Minnesota was one of his major suitors this offseason, along with the Mets. The Twins offered him a 10-year deal for $285 million that would easily have been the largest contract by total value in franchise history, but he instead chose to come to the Bay Area.
Correa’s presence in a Giants uniform should also help provide a new spark to the Giants-Dodgers rivalry. While fans in San Francisco still consider the Dodgers as an archrival, the Giants finished third in the National League West last year, behind both the Dodgers and the San Diego Padres. The Padres, who signed shortstop Xander Bogaerts to an 11-year, $280 million deal last week, eliminated the Dodgers from the playoffs last year in the National League Division Series.
The Giants finished eight games behind the Padres and 30 behind the Dodgers in 2022, but as the Phillies showed with their October run to the World Series, a third-place division finish isn’t necessarily a death sentence with the introduction of a third Wild Card spot in each league.
Correa will be 41 by the time his contract expires. Unlike his deal in Minnesota, which had an opt-out available after each of the first two seasons, there are none with the Giants, and he has a full no-trade clause. To put the length of the deal into perspective, the Giants signed a 20-year naming rights deal for their stadium with Oracle before the 2019 season. Should both Correa’s contract and the stadium contract be honored in full, the stadium will just have three more years locked in by its current name—and that’s assuming Oracle is still intact as a corporate entity by then. Oracle Park is the stadium’s fourth name, following Pac Bell, SBC and AT&T, an average of a new name every six years.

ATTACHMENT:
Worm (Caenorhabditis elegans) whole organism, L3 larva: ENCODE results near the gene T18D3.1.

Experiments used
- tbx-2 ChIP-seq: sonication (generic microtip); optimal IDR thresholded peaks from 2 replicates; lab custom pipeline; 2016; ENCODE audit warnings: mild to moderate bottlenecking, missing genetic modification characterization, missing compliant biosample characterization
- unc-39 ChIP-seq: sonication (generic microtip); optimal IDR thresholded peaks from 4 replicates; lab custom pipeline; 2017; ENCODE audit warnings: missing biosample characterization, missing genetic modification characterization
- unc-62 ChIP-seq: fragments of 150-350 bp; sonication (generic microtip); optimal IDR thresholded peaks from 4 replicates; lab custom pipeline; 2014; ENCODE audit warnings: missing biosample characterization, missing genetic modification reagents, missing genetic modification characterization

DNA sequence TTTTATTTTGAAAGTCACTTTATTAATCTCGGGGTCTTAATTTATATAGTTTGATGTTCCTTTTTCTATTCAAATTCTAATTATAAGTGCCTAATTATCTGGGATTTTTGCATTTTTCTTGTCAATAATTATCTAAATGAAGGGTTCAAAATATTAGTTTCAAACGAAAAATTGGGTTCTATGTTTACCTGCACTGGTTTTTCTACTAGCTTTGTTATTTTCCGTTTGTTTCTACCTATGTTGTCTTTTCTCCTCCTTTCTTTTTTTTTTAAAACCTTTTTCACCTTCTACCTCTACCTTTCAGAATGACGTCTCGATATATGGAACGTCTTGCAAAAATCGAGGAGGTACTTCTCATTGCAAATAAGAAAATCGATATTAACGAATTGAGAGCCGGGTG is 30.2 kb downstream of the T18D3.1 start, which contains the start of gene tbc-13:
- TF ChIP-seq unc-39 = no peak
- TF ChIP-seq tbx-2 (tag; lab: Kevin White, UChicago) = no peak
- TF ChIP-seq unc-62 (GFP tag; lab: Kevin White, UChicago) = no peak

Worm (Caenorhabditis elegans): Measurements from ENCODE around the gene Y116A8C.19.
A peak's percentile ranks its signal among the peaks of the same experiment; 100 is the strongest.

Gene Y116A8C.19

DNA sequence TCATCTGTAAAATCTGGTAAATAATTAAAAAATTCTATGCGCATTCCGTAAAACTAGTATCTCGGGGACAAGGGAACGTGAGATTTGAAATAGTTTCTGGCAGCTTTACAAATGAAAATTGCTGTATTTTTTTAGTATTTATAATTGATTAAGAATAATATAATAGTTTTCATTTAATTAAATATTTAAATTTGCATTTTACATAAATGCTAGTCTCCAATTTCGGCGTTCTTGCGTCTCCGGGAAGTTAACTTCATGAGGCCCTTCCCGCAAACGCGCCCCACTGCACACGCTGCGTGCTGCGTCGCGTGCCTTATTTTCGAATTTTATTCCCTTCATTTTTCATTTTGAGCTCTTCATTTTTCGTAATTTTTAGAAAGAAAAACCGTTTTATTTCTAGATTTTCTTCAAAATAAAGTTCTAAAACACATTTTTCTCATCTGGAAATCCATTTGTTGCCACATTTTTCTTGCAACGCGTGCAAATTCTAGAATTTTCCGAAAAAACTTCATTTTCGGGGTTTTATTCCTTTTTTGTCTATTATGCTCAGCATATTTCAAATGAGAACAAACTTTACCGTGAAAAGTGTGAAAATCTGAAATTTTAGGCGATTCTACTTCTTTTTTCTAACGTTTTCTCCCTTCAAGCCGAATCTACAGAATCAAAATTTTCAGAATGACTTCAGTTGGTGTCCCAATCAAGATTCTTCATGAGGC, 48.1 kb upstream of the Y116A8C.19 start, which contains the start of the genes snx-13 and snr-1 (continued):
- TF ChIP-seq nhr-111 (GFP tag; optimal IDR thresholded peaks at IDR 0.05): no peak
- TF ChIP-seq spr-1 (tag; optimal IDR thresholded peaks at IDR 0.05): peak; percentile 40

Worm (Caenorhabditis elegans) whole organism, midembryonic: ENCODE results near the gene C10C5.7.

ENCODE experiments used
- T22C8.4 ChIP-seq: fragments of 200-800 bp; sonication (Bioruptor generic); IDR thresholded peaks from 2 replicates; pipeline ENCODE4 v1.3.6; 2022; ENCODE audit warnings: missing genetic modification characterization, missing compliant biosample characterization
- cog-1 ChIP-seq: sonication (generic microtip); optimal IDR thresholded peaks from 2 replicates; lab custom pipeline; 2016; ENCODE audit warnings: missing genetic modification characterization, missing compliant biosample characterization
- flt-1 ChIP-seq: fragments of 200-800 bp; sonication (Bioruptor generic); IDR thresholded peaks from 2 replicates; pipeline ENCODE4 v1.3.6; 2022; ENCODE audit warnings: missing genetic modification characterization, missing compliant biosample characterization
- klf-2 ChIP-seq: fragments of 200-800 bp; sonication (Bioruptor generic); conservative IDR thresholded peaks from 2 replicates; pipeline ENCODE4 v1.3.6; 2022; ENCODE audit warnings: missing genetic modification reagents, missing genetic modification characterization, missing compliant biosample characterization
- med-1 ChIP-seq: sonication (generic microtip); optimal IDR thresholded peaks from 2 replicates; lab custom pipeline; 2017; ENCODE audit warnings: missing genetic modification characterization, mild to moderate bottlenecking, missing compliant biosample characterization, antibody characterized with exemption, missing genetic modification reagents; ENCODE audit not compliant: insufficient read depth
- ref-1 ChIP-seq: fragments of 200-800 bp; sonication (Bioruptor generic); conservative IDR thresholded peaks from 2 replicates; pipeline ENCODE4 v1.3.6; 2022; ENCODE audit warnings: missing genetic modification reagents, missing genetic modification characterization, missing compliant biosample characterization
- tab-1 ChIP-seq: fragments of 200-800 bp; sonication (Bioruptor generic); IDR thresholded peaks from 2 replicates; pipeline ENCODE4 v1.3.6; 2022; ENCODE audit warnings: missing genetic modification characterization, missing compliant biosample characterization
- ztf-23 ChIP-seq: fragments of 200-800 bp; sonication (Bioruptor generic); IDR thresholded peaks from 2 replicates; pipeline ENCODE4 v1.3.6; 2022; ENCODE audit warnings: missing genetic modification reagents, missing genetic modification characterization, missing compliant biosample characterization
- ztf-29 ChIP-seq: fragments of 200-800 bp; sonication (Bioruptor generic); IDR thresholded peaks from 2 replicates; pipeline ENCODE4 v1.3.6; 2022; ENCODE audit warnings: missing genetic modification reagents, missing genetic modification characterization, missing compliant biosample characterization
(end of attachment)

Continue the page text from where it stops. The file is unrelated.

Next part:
As for Brandon Crawford, the East Bay native and fan favorite who has been a mainstay at shortstop for the Giants since his debut in 2011, he’s expected to slide over to third base, a position vacated with the expiration of Evan Longoria’s contract. Shortstop is the only position Crawford has played in his entire Major League career, but if he wants to stay in San Francisco the last year of the two-year, $32 million contract that he signed after his renaissance of a 2021 season, he’ll likely have to do it at a new position.
Crawford, who will turn 36 in January, was an enormous part of San Francisco’s 107-win 2021 season, hitting a career-high 24 homers, and career bests in batting average (.298), on-base percentage (.373) and slugging percentage (.522). Those numbers all regressed in 2022, with his .231 batting average and .344 slugging the worst marks he’s put up since his 66 games as a rookie in 2011.
It’s speculated that Crawford, who has spent his entire professional career in the Giants organization, would be willing to make the move to third base, but if he’s dead-set on playing shortstop, he’ll either have to move into a bench role or ask for a trade. Considering his lack of offensive production last year, San Francisco would likely have to eat most of his contract in any hypothetical deal. One potential suitor in that scenario: the Oakland Athletics, who could use Crawford as a stopgap and mentor to Nick Allen, a slick fielder who’s still developing his offensive skillset.